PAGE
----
Benefits administrators work in human resources, and it’s their job to ensure efficient recruitment, hiring and retaining of the best quality employees. This is a job that will never be made redundant, since employee turnovers cost companies’ millions of dollars per year.
A good employee is worth lots of money, since his/her skill sets help to make continuous profit. Efficient leadership in this regard will seek to keep the best employees while avoiding those who create chaos, or who bring morale down.
Why the Benefits Administrator’s Job is Set
However, company heads and managers cannot always handle this aspect. Therefore, the benefits administrator job is so invaluable. They are so adept at keeping employees motivated, informed and kept up to date that they keep the “machine” of the business running by taking good care of all its inner working parts. Market-wise, this is a great career.
The U.S. Bureau of Labor Statistics predicts a rapid rise in this profession, particularly over the next decade. The reason being, employee turnover is high, and more employees are inquiring about medical insurance, retirement, and other technicalities.
This all calls for strong leadership, your eye and logical mind, which can help to promote qualified employees, avoid hiring time and money-wasters, and helping to improve employees that need some honing. Of course, the central idea is in overseeing the big picture, as this is a managerial role.
You design programs that keep employees happy. You create a benefits program that appeals to them, all the while making sure you carry out the company’s agenda and always keep figures within the allotted budget. You may also have to arrange for other issues such as legal protection, transportation, and wellness and health.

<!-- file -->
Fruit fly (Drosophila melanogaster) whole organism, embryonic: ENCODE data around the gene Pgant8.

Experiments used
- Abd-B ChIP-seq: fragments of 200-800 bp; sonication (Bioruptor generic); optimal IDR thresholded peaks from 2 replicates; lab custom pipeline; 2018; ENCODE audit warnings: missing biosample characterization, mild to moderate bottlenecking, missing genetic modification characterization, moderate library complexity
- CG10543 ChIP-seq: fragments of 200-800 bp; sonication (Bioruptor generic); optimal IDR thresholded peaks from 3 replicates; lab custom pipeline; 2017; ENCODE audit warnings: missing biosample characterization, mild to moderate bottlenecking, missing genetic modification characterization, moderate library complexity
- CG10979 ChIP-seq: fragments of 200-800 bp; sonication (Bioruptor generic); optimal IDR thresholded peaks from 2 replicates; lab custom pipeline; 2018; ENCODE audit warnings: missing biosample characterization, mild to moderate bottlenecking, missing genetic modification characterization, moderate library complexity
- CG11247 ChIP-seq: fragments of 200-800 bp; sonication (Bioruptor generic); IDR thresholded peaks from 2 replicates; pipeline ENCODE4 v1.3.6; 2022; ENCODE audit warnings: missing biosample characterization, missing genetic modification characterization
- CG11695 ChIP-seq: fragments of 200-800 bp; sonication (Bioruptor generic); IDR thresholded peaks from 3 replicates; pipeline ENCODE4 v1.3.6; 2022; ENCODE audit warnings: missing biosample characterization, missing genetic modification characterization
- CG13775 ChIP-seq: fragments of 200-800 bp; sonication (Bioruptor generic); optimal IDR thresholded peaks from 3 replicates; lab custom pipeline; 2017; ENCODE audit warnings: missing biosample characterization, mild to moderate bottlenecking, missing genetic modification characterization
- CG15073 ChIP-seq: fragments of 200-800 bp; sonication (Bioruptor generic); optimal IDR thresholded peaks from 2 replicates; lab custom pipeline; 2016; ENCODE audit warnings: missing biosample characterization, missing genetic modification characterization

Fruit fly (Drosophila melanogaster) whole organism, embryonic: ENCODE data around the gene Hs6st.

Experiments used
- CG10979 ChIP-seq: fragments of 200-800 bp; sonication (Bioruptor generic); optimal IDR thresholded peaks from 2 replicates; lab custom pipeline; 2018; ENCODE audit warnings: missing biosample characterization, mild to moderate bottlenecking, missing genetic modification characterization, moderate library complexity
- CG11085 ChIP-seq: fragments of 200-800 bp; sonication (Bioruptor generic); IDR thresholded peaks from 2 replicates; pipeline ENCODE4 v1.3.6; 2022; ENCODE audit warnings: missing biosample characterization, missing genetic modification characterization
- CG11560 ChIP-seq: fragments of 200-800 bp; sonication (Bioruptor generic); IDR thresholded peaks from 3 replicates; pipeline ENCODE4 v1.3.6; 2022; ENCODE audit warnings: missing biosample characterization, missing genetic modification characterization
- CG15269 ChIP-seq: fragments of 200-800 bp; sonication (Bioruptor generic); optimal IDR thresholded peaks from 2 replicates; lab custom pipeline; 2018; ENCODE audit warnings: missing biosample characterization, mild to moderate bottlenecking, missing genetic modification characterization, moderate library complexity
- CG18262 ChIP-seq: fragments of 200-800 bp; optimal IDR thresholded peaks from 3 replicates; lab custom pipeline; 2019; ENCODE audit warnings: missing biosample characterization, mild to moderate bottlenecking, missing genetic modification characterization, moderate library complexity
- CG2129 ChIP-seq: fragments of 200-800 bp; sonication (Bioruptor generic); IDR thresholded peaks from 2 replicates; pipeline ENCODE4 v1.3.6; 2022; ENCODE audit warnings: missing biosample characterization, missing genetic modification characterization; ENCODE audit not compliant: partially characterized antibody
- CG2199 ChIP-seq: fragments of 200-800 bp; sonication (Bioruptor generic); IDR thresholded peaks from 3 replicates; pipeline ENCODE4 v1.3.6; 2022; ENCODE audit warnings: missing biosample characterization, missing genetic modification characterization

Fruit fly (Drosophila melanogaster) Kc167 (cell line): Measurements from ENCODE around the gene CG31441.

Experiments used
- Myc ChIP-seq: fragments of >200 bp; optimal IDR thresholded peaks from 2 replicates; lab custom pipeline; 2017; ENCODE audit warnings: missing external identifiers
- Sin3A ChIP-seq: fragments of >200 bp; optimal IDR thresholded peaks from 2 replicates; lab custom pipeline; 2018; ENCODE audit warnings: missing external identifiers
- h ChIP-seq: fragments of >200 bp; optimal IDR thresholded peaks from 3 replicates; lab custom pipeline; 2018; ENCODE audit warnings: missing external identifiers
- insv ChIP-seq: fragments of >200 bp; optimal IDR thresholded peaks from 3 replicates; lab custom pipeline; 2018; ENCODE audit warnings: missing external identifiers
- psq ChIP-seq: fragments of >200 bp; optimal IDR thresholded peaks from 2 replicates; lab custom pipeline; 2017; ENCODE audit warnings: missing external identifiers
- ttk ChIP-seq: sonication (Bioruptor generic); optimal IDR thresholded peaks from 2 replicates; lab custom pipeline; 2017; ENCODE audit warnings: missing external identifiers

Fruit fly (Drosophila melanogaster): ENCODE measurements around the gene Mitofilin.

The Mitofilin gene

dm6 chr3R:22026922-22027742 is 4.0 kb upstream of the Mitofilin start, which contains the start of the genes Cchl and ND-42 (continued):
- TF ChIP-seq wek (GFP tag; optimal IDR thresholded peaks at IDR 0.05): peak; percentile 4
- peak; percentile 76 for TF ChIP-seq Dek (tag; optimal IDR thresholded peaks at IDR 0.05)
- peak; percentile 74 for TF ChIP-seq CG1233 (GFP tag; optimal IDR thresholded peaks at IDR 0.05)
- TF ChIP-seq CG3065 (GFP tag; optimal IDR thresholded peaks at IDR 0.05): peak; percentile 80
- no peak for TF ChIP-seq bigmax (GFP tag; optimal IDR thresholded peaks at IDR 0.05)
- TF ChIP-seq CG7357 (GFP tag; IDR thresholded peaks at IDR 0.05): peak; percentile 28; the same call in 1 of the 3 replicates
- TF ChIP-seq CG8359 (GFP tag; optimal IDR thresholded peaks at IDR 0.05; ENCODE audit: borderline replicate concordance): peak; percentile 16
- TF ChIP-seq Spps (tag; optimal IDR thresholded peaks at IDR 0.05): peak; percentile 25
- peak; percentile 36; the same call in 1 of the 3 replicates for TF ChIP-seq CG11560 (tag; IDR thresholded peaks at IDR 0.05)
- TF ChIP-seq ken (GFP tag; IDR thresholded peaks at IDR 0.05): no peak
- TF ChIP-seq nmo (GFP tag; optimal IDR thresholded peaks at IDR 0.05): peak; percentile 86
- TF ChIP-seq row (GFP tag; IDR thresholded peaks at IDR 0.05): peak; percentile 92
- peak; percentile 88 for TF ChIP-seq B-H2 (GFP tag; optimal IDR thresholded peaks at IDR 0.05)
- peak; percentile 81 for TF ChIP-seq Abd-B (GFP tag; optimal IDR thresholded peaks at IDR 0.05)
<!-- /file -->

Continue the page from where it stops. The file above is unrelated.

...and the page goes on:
The salary for this position is at an average of $58,000 per year, although top earners can take home upwards of $86,000. How can you excel in a market that is becoming increasingly competitive even while growing?
Naturally, by pursuing higher education and demonstrating a skill set worth investing in. A bachelor’s degree is required, but a master’s degree is certainly preferred if at all possible.
A study in business administration would be a good starting point for building a strong career. This will show employers that you are familiar with standard business practices, payroll and industry-appropriate benefits.
However, interpersonal skills are just as important to this field since you will be working with people and going office to office, forming relationships, getting information and reporting back to a number of executives about your findings.
The more you take the initiative to learn about what benefits are most important, what are terminable, and what employees value the most, the more leverage you will have when interviewing for a position.
You can get the education you need from a school like University of Maryland College Park, University of Texas – Austin, Penn State University, or any school that offers an accredited course on business management. It’s time to make your love of people pay off by helping companies and helping workers come together to form a winning team.